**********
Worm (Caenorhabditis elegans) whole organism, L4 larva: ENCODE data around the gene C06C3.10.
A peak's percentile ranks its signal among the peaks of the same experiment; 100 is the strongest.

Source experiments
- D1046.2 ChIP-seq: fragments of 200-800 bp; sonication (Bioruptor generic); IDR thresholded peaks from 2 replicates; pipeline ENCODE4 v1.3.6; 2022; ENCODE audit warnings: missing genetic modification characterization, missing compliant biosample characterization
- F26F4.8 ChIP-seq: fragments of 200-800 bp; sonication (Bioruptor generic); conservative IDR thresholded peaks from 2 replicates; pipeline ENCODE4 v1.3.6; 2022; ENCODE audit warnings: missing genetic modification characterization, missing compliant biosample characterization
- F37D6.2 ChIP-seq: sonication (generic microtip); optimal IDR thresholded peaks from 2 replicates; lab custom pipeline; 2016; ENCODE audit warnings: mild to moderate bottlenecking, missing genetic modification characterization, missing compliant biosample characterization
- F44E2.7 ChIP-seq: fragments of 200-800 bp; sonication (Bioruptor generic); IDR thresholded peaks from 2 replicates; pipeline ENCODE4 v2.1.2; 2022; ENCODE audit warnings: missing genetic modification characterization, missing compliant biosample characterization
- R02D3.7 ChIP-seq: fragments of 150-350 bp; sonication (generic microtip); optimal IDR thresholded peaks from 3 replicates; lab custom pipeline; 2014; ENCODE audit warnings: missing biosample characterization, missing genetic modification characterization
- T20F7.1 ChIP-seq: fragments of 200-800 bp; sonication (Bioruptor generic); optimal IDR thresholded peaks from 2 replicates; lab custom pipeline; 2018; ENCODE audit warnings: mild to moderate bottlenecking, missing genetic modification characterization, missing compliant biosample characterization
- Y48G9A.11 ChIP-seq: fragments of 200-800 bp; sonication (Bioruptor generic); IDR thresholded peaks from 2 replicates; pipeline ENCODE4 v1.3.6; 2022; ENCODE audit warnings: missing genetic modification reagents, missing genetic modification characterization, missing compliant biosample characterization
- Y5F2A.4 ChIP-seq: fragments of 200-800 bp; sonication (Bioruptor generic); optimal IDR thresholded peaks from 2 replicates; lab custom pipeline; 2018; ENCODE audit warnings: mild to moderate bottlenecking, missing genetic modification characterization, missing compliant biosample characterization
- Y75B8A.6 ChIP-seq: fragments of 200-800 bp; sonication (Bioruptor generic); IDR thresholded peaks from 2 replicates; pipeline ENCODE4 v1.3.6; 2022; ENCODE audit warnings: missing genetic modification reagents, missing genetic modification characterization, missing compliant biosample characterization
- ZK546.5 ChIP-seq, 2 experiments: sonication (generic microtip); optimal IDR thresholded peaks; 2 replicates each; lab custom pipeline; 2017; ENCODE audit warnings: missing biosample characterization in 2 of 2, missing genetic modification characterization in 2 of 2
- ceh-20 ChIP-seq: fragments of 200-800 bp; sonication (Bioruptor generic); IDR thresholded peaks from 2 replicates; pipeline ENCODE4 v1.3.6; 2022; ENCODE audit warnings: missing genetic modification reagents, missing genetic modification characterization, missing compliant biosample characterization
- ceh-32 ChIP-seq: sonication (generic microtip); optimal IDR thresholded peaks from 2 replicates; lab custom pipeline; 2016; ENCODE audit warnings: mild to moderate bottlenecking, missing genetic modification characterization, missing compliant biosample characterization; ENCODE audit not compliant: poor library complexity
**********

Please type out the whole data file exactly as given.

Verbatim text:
Worm (Caenorhabditis elegans) whole organism, L4 larva: ENCODE data around the gene C06C3.10.
A peak's percentile ranks its signal among the peaks of the same experiment; 100 is the strongest.

Source experiments
- D1046.2 ChIP-seq: fragments of 200-800 bp; sonication (Bioruptor generic); IDR thresholded peaks from 2 replicates; pipeline ENCODE4 v1.3.6; 2022; ENCODE audit warnings: missing genetic modification characterization, missing compliant biosample characterization
- F26F4.8 ChIP-seq: fragments of 200-800 bp; sonication (Bioruptor generic); conservative IDR thresholded peaks from 2 replicates; pipeline ENCODE4 v1.3.6; 2022; ENCODE audit warnings: missing genetic modification characterization, missing compliant biosample characterization
- F37D6.2 ChIP-seq: sonication (generic microtip); optimal IDR thresholded peaks from 2 replicates; lab custom pipeline; 2016; ENCODE audit warnings: mild to moderate bottlenecking, missing genetic modification characterization, missing compliant biosample characterization
- F44E2.7 ChIP-seq: fragments of 200-800 bp; sonication (Bioruptor generic); IDR thresholded peaks from 2 replicates; pipeline ENCODE4 v2.1.2; 2022; ENCODE audit warnings: missing genetic modification characterization, missing compliant biosample characterization
- R02D3.7 ChIP-seq: fragments of 150-350 bp; sonication (generic microtip); optimal IDR thresholded peaks from 3 replicates; lab custom pipeline; 2014; ENCODE audit warnings: missing biosample characterization, missing genetic modification characterization
- T20F7.1 ChIP-seq: fragments of 200-800 bp; sonication (Bioruptor generic); optimal IDR thresholded peaks from 2 replicates; lab custom pipeline; 2018; ENCODE audit warnings: mild to moderate bottlenecking, missing genetic modification characterization, missing compliant biosample characterization
- Y48G9A.11 ChIP-seq: fragments of 200-800 bp; sonication (Bioruptor generic); IDR thresholded peaks from 2 replicates; pipeline ENCODE4 v1.3.6; 2022; ENCODE audit warnings: missing genetic modification reagents, missing genetic modification characterization, missing compliant biosample characterization
- Y5F2A.4 ChIP-seq: fragments of 200-800 bp; sonication (Bioruptor generic); optimal IDR thresholded peaks from 2 replicates; lab custom pipeline; 2018; ENCODE audit warnings: mild to moderate bottlenecking, missing genetic modification characterization, missing compliant biosample characterization
- Y75B8A.6 ChIP-seq: fragments of 200-800 bp; sonication (Bioruptor generic); IDR thresholded peaks from 2 replicates; pipeline ENCODE4 v1.3.6; 2022; ENCODE audit warnings: missing genetic modification reagents, missing genetic modification characterization, missing compliant biosample characterization
- ZK546.5 ChIP-seq, 2 experiments: sonication (generic microtip); optimal IDR thresholded peaks; 2 replicates each; lab custom pipeline; 2017; ENCODE audit warnings: missing biosample characterization in 2 of 2, missing genetic modification characterization in 2 of 2
- ceh-20 ChIP-seq: fragments of 200-800 bp; sonication (Bioruptor generic); IDR thresholded peaks from 2 replicates; pipeline ENCODE4 v1.3.6; 2022; ENCODE audit warnings: missing genetic modification reagents, missing genetic modification characterization, missing compliant biosample characterization
- ceh-32 ChIP-seq: sonication (generic microtip); optimal IDR thresholded peaks from 2 replicates; lab custom pipeline; 2016; ENCODE audit warnings: mild to moderate bottlenecking, missing genetic modification characterization, missing compliant biosample characterization; ENCODE audit not compliant: poor library complexity